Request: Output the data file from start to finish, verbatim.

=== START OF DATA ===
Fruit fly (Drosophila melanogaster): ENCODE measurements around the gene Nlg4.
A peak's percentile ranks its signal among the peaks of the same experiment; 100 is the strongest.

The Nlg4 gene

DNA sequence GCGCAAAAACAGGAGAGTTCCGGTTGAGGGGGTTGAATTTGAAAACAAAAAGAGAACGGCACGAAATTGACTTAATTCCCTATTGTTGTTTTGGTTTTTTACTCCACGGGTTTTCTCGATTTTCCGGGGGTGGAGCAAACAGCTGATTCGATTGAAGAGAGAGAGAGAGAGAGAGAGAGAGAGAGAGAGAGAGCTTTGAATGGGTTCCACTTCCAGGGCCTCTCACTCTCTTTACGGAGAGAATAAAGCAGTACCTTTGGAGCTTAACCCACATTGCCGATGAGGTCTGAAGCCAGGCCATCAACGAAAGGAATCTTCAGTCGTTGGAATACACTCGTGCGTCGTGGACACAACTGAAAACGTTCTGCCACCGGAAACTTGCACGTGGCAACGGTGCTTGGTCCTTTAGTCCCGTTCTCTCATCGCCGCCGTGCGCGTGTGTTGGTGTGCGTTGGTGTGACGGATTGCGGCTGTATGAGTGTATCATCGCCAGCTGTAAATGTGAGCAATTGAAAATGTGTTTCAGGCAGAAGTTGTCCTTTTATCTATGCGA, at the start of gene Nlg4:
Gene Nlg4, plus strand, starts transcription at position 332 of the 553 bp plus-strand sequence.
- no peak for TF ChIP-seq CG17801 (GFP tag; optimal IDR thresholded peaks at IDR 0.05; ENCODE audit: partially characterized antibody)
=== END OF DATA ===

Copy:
Fruit fly (Drosophila melanogaster): ENCODE measurements around the gene Nlg4.
A peak's percentile ranks its signal among the peaks of the same experiment; 100 is the strongest.

The Nlg4 gene

DNA sequence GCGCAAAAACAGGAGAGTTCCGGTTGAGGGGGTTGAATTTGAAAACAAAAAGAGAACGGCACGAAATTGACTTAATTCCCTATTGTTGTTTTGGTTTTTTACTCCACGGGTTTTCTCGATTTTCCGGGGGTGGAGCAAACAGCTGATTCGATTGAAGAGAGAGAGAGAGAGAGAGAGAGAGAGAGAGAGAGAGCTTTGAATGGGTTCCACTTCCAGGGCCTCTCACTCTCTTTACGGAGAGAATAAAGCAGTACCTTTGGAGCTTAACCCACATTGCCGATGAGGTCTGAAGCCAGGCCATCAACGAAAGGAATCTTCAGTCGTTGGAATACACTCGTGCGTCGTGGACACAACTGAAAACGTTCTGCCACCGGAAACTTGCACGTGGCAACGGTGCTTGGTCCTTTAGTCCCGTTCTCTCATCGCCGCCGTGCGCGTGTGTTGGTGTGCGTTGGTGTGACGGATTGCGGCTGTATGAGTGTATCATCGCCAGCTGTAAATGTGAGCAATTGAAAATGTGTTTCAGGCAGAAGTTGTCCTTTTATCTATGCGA, at the start of gene Nlg4:
Gene Nlg4, plus strand, starts transcription at position 332 of the 553 bp plus-strand sequence.
- no peak for TF ChIP-seq CG17801 (GFP tag; optimal IDR thresholded peaks at IDR 0.05; ENCODE audit: partially characterized antibody)